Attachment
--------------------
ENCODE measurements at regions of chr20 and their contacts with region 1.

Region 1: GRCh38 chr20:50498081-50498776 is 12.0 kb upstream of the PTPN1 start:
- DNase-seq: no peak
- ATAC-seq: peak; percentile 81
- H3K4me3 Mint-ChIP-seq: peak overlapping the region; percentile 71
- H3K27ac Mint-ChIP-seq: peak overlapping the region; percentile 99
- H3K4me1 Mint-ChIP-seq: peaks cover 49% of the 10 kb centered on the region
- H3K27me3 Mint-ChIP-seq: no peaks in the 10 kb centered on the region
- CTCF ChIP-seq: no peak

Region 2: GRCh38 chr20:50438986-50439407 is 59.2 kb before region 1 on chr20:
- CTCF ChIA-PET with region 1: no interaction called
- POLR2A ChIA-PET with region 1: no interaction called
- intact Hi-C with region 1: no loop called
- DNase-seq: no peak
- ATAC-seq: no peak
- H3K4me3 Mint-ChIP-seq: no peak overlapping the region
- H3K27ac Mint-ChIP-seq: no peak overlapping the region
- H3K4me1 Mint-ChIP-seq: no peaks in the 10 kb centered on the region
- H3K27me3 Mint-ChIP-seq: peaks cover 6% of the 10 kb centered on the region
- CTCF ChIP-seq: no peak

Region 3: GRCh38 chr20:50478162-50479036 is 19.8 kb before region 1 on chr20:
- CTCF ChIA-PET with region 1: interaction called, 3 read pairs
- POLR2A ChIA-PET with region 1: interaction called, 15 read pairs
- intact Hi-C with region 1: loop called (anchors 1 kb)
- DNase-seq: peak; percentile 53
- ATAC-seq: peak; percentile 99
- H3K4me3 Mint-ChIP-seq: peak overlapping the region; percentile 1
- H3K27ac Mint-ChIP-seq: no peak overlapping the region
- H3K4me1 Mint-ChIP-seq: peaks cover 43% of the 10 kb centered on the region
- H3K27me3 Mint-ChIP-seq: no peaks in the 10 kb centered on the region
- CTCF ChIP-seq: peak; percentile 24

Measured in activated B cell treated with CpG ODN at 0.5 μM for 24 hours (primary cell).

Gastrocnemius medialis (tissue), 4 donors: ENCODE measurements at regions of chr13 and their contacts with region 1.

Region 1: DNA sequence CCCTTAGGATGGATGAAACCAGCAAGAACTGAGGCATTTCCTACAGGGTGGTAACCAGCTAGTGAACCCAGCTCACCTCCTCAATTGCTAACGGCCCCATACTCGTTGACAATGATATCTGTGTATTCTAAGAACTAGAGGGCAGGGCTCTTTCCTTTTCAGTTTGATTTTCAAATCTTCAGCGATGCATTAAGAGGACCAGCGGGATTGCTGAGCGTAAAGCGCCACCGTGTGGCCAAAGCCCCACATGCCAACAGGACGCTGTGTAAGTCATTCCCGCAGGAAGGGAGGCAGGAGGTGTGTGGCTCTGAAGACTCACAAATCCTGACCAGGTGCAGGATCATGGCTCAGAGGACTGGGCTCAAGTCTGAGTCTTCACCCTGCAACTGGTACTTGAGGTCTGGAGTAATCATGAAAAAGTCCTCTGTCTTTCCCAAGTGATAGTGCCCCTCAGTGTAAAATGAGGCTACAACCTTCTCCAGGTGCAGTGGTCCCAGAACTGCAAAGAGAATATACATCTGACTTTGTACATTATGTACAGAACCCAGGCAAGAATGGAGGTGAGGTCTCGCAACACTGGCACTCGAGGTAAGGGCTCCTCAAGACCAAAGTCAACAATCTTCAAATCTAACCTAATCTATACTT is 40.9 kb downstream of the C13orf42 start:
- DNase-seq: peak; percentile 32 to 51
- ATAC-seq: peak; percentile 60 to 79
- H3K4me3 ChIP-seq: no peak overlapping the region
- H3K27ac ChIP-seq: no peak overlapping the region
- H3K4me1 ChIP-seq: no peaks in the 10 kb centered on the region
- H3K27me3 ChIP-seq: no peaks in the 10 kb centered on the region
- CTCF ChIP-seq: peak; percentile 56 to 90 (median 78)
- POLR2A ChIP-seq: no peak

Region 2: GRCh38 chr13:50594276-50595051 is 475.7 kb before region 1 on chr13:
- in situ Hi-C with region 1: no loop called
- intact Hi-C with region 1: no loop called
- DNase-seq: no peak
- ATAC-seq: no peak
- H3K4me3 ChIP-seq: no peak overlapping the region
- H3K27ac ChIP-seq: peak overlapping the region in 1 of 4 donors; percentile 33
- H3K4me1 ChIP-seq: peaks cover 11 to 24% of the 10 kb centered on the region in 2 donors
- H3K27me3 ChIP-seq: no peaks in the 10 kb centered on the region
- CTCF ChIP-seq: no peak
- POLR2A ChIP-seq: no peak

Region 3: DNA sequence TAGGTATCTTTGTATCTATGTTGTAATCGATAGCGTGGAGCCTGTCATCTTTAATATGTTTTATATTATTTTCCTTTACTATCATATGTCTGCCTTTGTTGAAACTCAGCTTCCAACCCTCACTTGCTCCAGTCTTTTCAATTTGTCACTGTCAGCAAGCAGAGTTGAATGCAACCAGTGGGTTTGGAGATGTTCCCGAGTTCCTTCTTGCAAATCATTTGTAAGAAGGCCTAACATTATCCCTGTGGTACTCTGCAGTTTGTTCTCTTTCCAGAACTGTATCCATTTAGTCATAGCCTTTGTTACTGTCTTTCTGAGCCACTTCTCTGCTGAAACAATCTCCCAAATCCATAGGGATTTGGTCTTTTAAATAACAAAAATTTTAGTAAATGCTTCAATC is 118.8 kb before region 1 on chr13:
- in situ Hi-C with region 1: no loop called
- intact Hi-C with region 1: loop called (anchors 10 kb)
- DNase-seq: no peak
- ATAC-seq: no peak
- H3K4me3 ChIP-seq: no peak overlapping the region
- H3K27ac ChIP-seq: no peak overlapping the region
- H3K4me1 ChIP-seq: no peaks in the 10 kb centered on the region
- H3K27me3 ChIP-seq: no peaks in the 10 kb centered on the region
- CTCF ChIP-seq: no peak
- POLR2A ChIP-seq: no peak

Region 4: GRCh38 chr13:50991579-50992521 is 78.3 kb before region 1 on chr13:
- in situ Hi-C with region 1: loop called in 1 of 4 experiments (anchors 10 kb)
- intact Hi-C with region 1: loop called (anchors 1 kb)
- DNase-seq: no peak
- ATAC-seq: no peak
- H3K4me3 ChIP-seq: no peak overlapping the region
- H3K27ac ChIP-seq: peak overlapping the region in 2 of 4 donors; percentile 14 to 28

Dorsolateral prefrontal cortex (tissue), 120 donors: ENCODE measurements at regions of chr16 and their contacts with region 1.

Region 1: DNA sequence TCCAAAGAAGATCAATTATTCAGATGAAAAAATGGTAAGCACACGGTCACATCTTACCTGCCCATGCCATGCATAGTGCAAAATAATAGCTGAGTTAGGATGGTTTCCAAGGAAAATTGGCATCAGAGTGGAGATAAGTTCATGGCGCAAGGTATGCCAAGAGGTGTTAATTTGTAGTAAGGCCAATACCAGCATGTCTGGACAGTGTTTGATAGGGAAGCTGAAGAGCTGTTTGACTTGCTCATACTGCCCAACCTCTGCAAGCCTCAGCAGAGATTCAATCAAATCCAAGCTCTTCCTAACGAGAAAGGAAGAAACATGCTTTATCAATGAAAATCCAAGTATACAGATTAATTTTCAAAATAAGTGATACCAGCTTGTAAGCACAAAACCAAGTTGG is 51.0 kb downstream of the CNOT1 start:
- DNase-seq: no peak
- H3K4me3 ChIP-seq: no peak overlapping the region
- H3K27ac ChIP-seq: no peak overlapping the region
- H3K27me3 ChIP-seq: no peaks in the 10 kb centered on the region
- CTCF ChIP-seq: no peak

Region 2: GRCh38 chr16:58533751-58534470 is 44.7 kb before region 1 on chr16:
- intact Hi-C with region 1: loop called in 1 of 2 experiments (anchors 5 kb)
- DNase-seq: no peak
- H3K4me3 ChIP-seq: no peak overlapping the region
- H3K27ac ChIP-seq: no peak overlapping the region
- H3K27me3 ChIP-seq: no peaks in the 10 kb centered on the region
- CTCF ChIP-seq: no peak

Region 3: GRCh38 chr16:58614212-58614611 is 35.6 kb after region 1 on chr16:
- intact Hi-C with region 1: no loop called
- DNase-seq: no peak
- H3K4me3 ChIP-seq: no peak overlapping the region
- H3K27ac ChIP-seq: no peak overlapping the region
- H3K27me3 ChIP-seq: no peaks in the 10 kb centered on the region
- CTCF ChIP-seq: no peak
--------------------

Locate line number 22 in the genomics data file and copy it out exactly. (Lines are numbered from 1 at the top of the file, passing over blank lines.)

- CTCF ChIA-PET with region 1: interaction called, 3 read pairs